Every issue, we publish a cartoon (drawn by New Yorker cartoonist Ben Schwartz) and ask our readers to caption it. We wanted to learn more about our most prolific contest contributors. Read more participant profiles here.
It’s never too late for some good, old-fashioned sibling rivalry—not even in retirement. Dinah Rokach lives with her older brother in Silver Spring, Maryland, and together the siblings enter caption and wordplay contests and compete for wins. But the rivalry is never mean-spirited: Most of all, Rokach, who was a finalist in Moment’s contest last fall, just wants to make her brother laugh. We spoke with Rokach about her love of contests, her sibling rivalry and the secret to a perfect caption.
What first drew you to Moment‘s caption contest? How long have you been submitting to it?
I am the book reviewer for The Beacon (not to be confused with the right-wing Free Beacon), a monthly newspaper geared to people over age 50, distributed free in the greater Washington area. My column, which is one year old, is called “The Bibliophile.” In retirement, I have spent many happy hours reading the books which I review and subscribing to e-newspapers and e-magazines online primarily from New York (to stay in touch with my hometown), Washington, DC, Israel and those covering Jewish issues and the Jewish community.
In so doing, I have found these online contest to enter: the New York Magazine competition (since discontinued), the New Yorker caption contest, the Washington Post Style invitational and the Moment Magazine caption contest.
What’s the secret to a great caption?
Wit and brevity from an unexpected angle.
When your caption became a Moment finalist, you mentioned that your brother was a finalist for The New Yorker’s contest—and that your sibling rivalry was now at an even keel.
My brother and I “compete” for the most wins and honorable mentions. We each submit separately and without input from the other.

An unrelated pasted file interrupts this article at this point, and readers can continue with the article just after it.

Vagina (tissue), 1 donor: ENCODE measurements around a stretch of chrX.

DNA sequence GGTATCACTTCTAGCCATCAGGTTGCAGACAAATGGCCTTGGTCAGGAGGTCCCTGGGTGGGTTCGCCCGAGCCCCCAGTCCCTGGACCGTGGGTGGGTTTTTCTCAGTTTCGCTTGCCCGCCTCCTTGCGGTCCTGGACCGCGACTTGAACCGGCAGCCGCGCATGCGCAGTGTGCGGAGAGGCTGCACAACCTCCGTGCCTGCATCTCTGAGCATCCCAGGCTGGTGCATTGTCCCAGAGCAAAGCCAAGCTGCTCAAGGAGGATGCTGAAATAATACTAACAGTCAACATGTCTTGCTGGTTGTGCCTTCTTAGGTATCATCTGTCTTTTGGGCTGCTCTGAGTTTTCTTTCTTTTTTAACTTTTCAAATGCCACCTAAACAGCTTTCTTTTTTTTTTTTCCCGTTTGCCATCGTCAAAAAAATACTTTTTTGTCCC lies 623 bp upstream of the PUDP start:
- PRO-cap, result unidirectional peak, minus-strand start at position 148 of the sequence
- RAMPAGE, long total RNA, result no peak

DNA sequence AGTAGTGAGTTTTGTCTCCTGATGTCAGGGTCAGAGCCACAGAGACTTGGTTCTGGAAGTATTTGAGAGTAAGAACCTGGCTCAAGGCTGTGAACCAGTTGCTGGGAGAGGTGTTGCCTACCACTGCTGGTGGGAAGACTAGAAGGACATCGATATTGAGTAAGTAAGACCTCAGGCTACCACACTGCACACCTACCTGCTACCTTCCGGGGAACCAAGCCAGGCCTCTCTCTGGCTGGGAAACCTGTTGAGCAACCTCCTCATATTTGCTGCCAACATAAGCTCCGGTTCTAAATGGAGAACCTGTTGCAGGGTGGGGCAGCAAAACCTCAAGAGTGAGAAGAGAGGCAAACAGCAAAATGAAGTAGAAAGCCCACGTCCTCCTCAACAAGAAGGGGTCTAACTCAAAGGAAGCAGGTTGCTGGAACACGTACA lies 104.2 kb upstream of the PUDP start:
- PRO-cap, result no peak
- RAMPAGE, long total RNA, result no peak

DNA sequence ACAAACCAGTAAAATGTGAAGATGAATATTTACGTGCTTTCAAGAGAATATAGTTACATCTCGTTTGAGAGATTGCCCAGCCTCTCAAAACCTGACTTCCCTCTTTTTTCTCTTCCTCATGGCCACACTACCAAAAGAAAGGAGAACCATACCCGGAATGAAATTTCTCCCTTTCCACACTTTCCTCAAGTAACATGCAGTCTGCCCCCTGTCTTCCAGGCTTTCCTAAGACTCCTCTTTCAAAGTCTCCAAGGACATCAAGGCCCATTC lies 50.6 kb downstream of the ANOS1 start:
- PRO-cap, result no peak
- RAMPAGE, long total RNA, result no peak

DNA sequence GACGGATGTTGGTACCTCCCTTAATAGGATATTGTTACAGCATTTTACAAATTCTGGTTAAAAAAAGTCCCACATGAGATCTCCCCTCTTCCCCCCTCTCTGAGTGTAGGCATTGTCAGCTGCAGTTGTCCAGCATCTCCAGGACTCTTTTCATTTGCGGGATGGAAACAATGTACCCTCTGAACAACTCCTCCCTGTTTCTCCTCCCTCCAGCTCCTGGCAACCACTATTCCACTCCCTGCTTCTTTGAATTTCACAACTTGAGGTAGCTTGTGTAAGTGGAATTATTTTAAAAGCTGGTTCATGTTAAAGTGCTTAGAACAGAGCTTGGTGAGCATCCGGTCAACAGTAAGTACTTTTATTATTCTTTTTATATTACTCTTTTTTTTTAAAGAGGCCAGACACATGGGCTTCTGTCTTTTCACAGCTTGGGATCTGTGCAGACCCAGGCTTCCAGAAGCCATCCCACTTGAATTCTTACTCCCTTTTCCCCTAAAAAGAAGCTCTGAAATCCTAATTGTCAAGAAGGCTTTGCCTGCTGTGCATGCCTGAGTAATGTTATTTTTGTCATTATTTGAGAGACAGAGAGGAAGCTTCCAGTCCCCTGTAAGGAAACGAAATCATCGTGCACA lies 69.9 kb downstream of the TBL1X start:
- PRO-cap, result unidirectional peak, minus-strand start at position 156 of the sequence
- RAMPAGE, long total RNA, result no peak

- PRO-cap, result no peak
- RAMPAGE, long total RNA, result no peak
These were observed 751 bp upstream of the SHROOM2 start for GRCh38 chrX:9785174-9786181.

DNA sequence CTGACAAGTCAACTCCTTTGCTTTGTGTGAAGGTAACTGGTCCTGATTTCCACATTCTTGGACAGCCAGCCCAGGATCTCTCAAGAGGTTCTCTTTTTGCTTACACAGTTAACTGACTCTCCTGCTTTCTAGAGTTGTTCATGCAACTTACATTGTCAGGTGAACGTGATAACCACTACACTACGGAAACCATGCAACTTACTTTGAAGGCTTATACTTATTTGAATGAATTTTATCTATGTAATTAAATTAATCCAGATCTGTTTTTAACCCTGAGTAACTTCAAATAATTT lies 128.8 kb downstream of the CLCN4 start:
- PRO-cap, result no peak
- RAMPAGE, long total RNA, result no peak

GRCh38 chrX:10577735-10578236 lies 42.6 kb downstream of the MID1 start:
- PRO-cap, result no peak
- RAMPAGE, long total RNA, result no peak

I show my brother my submissions—after the fact—and, when he spontaneously laughs in reaction, it makes my day. I can’t always wow the judges, but the instant feedback from my sibling is reward enough.
Does your brother enter the same contests as you? Did he become interested because of you?
Yes and yes. I think I’ve mastered retirement better and have been a good example to him, even though I am the younger sibling.
Do you feel a sense of competition with other entrants?
I don’t feel any sense of competition with fellow entrants. At times, I wonder at the finalists chosen—but that is human nature, thinking your entries are better. Although there are other times I am charmed by the finalists selected and concede my skills have room for improvement.
What’s your process for coming up with a winning caption?
When I see the cartoon—I don’t linger; I don’t mull it over. There’s an immediate flash of an idea which I seize on. I may take a moment or two to refine the actual words to make them more concise and funnier. And that’s it. Pure fun with no angst and no downside. I don’t try to take into account how the judge will react. If I amuse myself, it’s a winner in my book. Generally, I don’t have to think long as I am a happy person and tend to see the humor or irony in most situations in life.